Recession looks less likely for U.S., these economists say, but a ‘slog’ still lies ahead
Despite the recent turmoil in the bank sector, a recession is still not the most likely outcome for the U.S. economy over the next two years, analysts at the Peterson Institute for International Economics said Monday.
“The data has been more resilient than we thought it would be,” said Karen Dynan, a professor of the practice of economics at Harvard University, at a briefing for reporters ahead of the formal release of their semi-annual forecast.
In particular, the U.S. labor market has added an average of over 400,000 jobs in the past two months. In addition, demand and spending have also held up.
In hindsight, this shouldn’t have been a surprise because of the excess savings built up over the pandemic that still hasn’t been used up. On top of that, there is still pent-up demand for services and autos.
But hold the celebrations. We are in for a “slog” for the next two years, Dynan said.
The economy should only barely expand, at a 0.6% rate from the fourth quarter of 2022 to the fourth quarter of this year, and then at an only slightly better 1.4% rate over the same period in 2024.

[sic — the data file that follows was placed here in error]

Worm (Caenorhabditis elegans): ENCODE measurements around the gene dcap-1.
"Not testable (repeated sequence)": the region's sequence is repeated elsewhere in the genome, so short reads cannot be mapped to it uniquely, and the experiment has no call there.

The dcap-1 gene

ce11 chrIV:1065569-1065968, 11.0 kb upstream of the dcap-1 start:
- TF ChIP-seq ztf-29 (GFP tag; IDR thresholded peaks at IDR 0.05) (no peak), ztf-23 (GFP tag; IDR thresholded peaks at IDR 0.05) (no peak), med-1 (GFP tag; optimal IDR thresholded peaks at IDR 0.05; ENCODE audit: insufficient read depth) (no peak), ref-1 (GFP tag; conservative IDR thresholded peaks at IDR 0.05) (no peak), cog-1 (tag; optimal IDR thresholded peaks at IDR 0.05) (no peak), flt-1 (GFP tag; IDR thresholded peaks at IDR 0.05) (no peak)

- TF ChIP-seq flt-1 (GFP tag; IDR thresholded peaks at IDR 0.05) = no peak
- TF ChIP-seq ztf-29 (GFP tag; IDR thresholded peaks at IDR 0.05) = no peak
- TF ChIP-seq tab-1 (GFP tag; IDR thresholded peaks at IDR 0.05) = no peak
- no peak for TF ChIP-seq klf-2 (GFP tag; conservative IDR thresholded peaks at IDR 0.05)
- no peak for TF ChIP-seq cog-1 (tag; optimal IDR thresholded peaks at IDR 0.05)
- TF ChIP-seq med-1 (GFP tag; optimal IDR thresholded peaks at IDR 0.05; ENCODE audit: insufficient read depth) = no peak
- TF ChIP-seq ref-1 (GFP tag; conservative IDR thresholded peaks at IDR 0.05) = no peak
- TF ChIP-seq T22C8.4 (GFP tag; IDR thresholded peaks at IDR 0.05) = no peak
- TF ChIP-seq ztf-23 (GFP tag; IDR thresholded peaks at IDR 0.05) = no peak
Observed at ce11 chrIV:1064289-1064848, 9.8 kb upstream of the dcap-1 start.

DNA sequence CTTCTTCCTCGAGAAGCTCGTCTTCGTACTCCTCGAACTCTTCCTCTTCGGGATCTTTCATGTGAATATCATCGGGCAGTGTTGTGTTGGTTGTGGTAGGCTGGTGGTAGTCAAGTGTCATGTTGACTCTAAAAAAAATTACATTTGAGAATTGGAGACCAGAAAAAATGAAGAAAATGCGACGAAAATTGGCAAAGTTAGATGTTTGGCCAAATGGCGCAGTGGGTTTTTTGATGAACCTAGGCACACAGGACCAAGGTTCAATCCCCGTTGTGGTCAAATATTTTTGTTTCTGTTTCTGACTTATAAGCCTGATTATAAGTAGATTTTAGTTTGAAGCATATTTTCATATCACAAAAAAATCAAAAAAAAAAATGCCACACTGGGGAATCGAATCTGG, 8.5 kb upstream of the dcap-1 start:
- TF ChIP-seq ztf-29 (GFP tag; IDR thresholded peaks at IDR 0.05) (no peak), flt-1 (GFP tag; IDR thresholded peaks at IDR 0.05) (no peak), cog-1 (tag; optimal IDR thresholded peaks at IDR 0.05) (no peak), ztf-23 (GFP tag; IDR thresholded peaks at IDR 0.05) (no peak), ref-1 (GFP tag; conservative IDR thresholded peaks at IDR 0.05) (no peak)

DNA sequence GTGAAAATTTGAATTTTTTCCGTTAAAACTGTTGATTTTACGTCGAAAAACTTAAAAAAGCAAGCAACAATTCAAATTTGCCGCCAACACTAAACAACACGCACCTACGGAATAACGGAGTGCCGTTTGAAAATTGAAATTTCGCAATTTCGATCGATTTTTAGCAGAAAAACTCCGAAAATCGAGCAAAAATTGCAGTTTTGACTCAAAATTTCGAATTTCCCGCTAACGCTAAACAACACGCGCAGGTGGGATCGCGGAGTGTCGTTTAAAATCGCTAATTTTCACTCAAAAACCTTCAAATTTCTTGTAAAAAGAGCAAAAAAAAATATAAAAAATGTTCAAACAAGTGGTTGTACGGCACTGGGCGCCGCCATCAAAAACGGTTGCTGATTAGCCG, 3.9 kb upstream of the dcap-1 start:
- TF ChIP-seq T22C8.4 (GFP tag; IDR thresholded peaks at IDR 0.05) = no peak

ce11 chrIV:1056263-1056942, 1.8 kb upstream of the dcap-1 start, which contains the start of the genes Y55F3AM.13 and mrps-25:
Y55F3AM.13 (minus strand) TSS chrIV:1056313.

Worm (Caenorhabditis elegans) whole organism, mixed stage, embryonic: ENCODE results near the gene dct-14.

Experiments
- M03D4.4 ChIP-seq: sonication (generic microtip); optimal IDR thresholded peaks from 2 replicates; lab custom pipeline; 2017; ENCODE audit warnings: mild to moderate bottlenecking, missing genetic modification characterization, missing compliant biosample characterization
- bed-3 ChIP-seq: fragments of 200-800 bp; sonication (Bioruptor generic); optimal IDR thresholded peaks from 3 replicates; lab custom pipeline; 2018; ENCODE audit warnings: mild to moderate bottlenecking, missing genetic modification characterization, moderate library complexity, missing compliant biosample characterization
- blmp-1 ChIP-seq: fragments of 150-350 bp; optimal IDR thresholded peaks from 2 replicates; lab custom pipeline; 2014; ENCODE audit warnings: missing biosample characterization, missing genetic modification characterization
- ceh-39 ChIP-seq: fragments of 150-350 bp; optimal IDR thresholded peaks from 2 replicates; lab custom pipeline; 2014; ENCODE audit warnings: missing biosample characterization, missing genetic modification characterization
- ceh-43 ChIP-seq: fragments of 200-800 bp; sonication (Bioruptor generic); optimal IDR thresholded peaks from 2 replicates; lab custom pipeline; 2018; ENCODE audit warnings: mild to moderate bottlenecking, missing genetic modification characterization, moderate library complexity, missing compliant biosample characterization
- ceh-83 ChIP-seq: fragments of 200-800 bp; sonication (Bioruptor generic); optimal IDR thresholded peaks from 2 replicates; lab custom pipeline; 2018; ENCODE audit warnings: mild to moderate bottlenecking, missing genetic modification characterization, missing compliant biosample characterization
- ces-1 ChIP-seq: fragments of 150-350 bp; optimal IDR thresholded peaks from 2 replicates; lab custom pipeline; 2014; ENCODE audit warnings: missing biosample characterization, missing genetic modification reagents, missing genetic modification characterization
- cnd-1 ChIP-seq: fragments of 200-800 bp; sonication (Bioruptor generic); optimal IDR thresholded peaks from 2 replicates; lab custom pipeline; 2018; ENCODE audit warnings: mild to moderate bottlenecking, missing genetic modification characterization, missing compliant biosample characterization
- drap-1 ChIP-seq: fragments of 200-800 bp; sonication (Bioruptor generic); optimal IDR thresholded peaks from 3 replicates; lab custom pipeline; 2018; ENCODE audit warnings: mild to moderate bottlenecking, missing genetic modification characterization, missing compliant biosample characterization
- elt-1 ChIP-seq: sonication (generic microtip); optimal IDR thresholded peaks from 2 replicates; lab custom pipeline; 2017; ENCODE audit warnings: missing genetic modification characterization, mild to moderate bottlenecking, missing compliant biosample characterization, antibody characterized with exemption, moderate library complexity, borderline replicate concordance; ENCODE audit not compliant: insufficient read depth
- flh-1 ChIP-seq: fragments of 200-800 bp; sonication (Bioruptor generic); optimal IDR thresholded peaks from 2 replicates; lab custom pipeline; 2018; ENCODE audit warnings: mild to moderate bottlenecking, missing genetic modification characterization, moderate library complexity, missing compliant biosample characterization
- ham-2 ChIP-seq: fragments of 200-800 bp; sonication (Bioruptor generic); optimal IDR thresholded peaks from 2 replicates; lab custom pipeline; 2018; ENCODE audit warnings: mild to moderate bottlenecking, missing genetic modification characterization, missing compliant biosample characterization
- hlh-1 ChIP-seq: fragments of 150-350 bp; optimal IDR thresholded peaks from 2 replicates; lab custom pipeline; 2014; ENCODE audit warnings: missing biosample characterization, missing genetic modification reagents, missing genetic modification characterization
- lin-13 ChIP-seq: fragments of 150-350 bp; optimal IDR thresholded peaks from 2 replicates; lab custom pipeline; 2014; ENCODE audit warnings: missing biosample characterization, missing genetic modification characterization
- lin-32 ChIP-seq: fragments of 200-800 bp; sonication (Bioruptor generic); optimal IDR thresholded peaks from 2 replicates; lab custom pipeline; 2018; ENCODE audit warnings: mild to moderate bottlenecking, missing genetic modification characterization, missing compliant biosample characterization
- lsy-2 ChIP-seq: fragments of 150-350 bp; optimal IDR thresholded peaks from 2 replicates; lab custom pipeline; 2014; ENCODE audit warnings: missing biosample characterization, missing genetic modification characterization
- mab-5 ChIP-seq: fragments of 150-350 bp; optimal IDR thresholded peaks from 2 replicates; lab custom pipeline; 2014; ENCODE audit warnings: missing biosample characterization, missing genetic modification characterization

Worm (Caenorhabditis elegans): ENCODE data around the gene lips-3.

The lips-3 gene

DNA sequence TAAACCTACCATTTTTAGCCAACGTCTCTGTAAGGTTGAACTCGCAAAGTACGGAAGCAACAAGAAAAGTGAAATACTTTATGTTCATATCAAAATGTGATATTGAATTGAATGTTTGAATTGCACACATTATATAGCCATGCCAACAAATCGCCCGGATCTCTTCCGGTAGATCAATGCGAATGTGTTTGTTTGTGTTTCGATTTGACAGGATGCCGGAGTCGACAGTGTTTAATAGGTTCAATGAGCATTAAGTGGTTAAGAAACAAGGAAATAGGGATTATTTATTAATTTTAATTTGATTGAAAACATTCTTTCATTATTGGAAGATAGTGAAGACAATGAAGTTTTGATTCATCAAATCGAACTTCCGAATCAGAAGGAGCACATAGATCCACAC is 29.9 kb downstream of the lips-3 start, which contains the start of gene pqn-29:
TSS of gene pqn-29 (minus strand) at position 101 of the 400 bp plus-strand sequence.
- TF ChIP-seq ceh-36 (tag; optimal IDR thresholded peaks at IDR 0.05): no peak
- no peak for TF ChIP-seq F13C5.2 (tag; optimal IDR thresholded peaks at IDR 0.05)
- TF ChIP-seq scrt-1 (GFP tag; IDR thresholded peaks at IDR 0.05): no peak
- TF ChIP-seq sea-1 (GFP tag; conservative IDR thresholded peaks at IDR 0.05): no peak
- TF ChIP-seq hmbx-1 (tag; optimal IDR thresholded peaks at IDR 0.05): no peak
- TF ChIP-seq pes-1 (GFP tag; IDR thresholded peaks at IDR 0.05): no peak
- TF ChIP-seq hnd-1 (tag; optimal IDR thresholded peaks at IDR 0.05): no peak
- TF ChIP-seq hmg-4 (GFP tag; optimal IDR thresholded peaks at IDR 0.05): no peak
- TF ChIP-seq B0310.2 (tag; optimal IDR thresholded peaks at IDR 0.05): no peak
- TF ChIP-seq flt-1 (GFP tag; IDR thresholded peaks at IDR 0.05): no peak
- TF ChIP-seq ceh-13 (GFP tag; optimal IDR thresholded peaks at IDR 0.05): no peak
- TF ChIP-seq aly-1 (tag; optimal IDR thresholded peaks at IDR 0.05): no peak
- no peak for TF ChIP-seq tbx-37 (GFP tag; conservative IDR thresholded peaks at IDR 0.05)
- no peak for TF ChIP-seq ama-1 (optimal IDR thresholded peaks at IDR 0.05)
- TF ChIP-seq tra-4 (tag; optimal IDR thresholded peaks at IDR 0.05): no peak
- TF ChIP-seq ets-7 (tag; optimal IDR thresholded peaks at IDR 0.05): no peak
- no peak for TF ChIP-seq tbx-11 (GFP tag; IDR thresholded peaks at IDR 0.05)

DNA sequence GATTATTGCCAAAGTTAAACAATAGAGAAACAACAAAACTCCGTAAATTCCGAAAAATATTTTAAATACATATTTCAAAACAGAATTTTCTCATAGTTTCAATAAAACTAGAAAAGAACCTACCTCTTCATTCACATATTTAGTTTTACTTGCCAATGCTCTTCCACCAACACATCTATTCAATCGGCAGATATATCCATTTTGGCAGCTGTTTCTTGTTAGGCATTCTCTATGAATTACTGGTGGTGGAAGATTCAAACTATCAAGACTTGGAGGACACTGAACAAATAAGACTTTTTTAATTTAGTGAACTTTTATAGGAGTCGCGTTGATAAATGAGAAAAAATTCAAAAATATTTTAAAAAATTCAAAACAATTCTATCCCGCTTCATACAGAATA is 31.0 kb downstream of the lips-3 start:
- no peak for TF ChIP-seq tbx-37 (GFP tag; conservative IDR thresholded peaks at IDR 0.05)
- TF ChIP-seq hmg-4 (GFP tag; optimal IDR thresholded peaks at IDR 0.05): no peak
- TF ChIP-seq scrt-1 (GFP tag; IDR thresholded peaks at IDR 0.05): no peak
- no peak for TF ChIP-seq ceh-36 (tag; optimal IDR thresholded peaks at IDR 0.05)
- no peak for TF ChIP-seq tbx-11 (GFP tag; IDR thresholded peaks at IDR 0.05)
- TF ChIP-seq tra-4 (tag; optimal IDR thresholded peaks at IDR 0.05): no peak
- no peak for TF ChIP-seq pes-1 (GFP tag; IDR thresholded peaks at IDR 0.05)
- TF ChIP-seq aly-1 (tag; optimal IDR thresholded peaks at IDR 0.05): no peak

All this means there will be “a couple more” 25-basis-point rate hikes from the Federal Reserve, Dynan said. Financial markets are pricing in sharp rate cuts by the end of the year.
Inflation should come down over the next two years but remain stubbornly above the Fed’s 2% target, Dynan said.
Inflation looks like it has “peaked…for now,” Dynan said. The fundamentals look pretty good as supply-chain woes have eased, oil prices are low, and the public’s expectations of future inflation are not high.
Inflation, as measured by the core personal consumption expenditure index that excludes food and energy prices, will drop to a little below 4% at the end of this year and into “the low 3s” by the end of 2024, Dynan said. The core PCE rate was 4.7% in January, the latest month for which data is available.
The unemployment rate should rise to 4.5% “this year and next,” from just over a 50-year low of 3.6% in February.
The stress in the banking sector after the collapse of Silicon Valley Bank “looks to be contained,” with the weakest banks taken out, Dynan said. “It is a negative but not a huge negative.”
Credit conditions will tighten as banks hold on to their cash, in part because they are aware that stronger regulation is coming.
The tightening in credit will do some of the Fed’s job but futher rate hikes are warranted, she said.
Of course, all the risks seem to be on the downside and the crisis might just be catching its breath.
Dynan said she was also not forecasting a global recession. Europe is looking surprisingly strong and the Chinese economy should be stronger than last year, she said.
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